Headland would later state, “Whether it’s an editor like Thelma or Marcia Lucas, whether it’s an editor or production designer like Polly Platt, or if it is an actor, it is a Gwen Verdon or Mia Farrow, the idea that that person is replaceable and the writer/director is not is something I would challenge. And I would challenge that to myself as well. I would take myself to that task. I am not anymore indispensable than my crew is.”
Ironically, Headland’s example makes absolutely no sense given Lucas hired McQuarrie to help pitch Star Wars to Fox.
In an interview from the Lucasfilm vault, McQuarrie detailed, “George [Lucas] talked about Star Wars and he didn’t have a title yet, but the concept for a film that was going to be a big galactic war. And then when he started to talk to Fox it seemed to him a good idea to have some illustrations to show the scope of the visuals that he planned, which I think in George’s mind was a big part of the movie. And I told him that I’d love to do it.”
McQuarrie continued, “He and Gary [Kurtz] came over one day with the script. I started on it the same day, I think. I really got into it right away, working on those original paintings that were really done to sell the film.”
“George and Gary went off, left me doing more paintings, Fox wanted me to do more paintings. Gary and George went to England and started scouting this whole thing from a budget point of view, came back three or four weeks later saying, ‘Looks like they’re going to do this film.'”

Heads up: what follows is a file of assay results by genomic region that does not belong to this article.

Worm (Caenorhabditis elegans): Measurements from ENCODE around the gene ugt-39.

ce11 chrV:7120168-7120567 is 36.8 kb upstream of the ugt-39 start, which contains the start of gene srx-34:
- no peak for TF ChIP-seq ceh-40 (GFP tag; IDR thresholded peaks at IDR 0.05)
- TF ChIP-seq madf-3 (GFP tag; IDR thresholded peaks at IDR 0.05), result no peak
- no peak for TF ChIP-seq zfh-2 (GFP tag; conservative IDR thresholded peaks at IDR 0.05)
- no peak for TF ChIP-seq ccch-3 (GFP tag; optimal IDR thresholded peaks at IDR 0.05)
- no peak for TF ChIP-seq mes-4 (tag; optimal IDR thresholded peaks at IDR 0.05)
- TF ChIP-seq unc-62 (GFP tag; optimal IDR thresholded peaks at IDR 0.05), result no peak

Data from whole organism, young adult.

McQuarrie then shared, “I never really thought it would be a film while I was working on those original paintings. It seemed so vast a project to me. There was quite a few things set up by George and I felt I was drawing what he wanted things to look like. I don’t think that either of us thought that the way the movie was going to look necessarily. These were just sketches that were the best we could do in terms of how we felt it should look, but not necessarily the end product in the sense that this was really going to be it.
But it sort of turned out to be it in the end, for the most part. Some of those paintings were virtually rendered intact onto the screen in Star Wars for certain scenes,” he concluded.
As for Headland’s claim that anyone is replaceable, Marcia Lucas would probably agree with her as she made it clear she did not like what Kathleen Kennedy, Rian Johnson, J.J. Abrams and Lucasfilm did to the property.
In Howard Kazanjian: A Producer’s Life, by author J.W. Rinzler, she told him, “Now that [Kathleen Kennedy’s] running Lucasfilm and making movies, it to me that Kathy Kennedy and J.J. Abrams don’t have a clue about Star Wars. They don’t get it. And J.J. Abrams is writing these stories— when I saw that movie where they kill Han Solo, I was furious. I was furious when they killed Han Solo. Absolutely, positively there was no rhyme or reason to it.”
She added, “I thought, You don’t get the Jedi story. You don’t get the magic of Star Wars. You’re getting rid of Han Solo? And then at the end of this last one, The Last Jedi, they have Luke disintegrate. They killed Han Solo. They killed Luke Skywalker. And they don’t have Princess Leia anymore. And they’re spitting out movies every year. And they think it’s important to appeal to a woman’s audience, so now their main character is this female, who’s supposed to have Jedi powers, but we don’t know she got Jedi powers, or who she is. It sucks. They storylines are terrible. Just terrible. Awful,” Lucas concluded.
Lucas also noted she was not the heart of Star Wars, “I wouldn’t think so. I definitely made scenes work. I made the end battle work.”
“I definitely had a lot to do with making it work, but I wasn’t the writer and I wasn’t the director, and I didn’t come up with the creative names, Darth Vader, Luke Skywalker. All those names are classics. George came up with all of it using his amazing imagination,” she said.
What do you make of Headland’s claims?